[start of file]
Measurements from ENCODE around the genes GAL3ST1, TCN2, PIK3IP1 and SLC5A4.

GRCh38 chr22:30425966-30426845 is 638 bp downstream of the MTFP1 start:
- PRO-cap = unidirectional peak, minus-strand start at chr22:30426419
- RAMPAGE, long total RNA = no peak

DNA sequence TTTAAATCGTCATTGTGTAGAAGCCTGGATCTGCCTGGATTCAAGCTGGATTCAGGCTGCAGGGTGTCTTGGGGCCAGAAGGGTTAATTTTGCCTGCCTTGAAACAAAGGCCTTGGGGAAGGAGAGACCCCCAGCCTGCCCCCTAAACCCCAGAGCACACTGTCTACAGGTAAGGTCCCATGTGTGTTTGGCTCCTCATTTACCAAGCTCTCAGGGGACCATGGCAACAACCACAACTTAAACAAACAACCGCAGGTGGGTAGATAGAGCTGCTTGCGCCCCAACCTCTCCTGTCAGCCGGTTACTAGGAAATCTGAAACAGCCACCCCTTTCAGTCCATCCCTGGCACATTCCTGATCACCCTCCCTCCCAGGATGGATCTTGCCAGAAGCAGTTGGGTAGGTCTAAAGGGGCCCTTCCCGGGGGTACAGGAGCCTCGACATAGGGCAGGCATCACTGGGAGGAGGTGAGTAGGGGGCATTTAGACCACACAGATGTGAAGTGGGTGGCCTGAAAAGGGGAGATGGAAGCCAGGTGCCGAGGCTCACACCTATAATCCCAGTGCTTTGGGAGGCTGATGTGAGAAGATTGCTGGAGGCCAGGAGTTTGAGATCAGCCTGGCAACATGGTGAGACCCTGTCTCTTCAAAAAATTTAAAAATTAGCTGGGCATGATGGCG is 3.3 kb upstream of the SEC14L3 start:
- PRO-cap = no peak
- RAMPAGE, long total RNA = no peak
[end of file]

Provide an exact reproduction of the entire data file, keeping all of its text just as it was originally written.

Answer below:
Measurements from ENCODE around the genes GAL3ST1, TCN2, PIK3IP1 and SLC5A4.

GRCh38 chr22:30425966-30426845 is 638 bp downstream of the MTFP1 start:
- PRO-cap = unidirectional peak, minus-strand start at chr22:30426419
- RAMPAGE, long total RNA = no peak

DNA sequence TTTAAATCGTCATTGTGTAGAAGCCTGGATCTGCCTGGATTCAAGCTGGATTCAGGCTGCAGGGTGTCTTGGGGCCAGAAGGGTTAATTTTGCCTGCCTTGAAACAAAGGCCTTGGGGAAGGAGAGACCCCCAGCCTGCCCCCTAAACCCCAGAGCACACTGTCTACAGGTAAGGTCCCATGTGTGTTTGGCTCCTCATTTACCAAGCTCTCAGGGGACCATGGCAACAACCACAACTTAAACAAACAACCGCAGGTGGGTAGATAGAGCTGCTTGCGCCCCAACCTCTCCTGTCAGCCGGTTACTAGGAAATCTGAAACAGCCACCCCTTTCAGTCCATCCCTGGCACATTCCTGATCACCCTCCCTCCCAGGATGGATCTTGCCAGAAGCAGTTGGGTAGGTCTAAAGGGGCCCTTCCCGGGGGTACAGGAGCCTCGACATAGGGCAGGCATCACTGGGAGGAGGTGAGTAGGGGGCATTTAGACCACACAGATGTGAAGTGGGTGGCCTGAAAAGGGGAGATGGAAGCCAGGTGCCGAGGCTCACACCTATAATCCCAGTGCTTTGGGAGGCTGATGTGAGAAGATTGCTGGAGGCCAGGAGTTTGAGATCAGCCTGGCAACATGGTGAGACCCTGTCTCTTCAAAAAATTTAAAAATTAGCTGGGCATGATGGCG is 3.3 kb upstream of the SEC14L3 start:
- PRO-cap = no peak
- RAMPAGE, long total RNA = no peak